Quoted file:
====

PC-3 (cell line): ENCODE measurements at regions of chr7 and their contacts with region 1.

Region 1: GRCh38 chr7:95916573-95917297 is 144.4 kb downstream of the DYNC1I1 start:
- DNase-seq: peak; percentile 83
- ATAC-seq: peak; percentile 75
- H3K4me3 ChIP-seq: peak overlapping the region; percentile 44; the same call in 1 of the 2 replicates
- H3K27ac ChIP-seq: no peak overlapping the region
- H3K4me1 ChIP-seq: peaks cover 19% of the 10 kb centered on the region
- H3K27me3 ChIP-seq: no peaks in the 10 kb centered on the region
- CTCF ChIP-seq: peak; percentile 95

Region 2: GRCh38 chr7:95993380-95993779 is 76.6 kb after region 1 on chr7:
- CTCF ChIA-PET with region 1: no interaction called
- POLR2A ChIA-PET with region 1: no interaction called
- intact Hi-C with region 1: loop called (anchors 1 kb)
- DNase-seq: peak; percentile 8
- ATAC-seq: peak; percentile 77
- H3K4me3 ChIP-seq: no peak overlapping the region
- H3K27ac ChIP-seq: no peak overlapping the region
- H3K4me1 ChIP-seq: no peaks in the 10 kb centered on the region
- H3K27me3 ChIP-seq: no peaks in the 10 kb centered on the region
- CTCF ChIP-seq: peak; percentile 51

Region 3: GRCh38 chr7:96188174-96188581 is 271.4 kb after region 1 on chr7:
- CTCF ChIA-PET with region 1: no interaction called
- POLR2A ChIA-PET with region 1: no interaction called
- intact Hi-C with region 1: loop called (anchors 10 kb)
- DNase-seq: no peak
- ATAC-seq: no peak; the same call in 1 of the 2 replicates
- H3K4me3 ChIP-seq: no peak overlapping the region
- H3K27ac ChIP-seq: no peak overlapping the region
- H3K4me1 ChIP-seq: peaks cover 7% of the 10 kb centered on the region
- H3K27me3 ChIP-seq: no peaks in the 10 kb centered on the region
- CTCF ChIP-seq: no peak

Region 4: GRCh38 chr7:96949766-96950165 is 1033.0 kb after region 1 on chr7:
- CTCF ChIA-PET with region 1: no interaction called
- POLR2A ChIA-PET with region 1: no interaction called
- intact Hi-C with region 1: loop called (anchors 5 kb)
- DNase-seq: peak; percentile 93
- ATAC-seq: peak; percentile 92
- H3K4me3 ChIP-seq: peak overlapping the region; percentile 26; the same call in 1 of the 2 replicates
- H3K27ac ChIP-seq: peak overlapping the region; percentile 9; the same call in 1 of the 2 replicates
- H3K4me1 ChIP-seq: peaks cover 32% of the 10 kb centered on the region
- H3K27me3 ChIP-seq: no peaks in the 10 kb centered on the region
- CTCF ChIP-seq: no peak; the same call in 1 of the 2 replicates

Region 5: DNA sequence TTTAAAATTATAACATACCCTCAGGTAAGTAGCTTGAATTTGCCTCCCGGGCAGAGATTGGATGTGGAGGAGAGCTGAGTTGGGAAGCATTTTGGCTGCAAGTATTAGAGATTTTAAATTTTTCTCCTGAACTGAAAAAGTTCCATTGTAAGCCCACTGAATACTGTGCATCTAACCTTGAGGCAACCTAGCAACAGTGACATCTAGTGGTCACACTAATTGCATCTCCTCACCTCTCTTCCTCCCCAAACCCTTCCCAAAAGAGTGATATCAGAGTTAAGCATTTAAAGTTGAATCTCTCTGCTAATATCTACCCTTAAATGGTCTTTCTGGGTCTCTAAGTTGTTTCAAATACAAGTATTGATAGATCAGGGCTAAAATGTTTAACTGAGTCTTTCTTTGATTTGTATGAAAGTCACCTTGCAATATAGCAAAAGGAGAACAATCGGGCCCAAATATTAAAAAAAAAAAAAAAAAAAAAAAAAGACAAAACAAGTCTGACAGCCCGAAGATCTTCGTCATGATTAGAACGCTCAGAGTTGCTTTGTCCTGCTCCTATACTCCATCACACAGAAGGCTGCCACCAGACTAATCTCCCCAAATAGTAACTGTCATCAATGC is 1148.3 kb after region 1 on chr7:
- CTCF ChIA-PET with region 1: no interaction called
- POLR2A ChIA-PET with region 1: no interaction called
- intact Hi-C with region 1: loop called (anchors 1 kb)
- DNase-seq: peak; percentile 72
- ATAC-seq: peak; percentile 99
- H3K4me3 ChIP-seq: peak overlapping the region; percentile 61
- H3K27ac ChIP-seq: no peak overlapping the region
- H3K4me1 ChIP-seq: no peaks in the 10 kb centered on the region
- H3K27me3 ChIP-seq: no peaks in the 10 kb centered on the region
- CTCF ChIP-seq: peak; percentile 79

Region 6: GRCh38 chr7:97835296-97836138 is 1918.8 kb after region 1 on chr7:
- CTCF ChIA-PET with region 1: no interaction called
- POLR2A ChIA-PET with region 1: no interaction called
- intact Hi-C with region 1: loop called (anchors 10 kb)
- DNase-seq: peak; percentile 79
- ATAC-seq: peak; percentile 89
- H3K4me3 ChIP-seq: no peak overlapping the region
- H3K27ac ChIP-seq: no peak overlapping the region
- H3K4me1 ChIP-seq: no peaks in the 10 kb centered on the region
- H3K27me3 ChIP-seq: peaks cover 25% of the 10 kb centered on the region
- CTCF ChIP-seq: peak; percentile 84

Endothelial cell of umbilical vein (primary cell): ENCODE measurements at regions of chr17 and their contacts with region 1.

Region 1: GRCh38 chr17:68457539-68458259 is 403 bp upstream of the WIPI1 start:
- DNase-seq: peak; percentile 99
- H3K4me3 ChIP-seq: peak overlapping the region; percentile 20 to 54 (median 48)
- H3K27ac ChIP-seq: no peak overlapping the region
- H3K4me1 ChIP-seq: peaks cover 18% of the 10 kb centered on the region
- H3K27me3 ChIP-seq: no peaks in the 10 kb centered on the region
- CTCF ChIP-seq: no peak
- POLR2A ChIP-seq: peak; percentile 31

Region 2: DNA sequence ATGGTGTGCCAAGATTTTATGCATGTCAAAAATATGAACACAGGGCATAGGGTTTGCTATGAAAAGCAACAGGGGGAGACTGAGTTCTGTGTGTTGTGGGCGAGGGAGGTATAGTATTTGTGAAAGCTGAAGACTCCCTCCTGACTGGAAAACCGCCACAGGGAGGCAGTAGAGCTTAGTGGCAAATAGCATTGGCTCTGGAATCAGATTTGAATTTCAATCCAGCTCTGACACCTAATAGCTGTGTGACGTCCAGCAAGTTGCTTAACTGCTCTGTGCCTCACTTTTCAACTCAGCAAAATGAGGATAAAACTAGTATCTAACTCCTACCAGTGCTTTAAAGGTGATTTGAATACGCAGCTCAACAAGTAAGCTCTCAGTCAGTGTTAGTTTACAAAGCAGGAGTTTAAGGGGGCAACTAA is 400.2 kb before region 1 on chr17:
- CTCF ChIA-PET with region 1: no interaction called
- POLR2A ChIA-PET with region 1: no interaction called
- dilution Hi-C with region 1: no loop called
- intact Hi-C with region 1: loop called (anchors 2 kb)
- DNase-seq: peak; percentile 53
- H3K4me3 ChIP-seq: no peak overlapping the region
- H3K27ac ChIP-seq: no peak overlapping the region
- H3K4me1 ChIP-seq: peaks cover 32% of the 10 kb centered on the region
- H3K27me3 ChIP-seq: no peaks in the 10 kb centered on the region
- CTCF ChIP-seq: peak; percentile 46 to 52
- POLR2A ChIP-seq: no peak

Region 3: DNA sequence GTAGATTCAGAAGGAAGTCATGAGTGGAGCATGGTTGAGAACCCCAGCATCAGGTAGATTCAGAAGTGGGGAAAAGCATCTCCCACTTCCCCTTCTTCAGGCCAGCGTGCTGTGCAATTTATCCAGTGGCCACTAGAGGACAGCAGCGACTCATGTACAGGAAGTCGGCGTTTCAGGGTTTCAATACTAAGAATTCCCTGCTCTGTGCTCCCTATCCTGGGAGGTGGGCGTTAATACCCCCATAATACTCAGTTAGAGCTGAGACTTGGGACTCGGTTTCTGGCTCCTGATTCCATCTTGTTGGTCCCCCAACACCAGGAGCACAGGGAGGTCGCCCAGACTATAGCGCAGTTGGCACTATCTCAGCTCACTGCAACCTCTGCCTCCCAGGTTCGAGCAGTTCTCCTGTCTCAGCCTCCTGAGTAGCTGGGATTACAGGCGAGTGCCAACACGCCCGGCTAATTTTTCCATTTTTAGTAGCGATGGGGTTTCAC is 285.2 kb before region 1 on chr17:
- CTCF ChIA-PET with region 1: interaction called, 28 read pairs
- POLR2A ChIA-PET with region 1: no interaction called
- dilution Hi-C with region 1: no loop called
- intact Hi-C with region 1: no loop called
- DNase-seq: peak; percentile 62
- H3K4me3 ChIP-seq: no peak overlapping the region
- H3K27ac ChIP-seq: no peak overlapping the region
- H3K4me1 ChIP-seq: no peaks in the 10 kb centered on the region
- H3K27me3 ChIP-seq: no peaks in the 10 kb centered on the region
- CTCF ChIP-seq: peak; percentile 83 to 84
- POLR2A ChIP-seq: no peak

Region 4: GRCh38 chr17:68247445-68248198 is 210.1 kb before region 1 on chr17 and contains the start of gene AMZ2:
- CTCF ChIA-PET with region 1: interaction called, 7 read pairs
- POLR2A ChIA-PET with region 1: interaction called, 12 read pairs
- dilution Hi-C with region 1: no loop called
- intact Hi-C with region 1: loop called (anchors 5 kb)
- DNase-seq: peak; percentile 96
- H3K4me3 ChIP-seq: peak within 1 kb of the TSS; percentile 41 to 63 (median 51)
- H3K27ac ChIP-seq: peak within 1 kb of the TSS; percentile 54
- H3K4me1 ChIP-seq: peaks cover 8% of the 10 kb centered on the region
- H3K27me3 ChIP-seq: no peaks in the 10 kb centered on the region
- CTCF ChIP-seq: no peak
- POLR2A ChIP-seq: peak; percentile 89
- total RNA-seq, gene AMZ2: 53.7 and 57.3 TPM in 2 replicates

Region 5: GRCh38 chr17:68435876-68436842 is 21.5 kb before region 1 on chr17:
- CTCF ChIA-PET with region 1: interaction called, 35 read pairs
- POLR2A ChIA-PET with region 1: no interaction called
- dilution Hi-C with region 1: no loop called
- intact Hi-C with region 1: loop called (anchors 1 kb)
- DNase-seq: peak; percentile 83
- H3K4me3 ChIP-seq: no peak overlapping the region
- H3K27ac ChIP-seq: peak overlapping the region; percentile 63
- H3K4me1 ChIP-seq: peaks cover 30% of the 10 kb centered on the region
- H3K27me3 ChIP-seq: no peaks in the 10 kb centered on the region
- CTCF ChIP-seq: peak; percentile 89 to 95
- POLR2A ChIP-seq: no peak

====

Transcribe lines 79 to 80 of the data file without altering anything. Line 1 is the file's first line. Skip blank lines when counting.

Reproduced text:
- DNase-seq: peak; percentile 53
- H3K4me3 ChIP-seq: no peak overlapping the region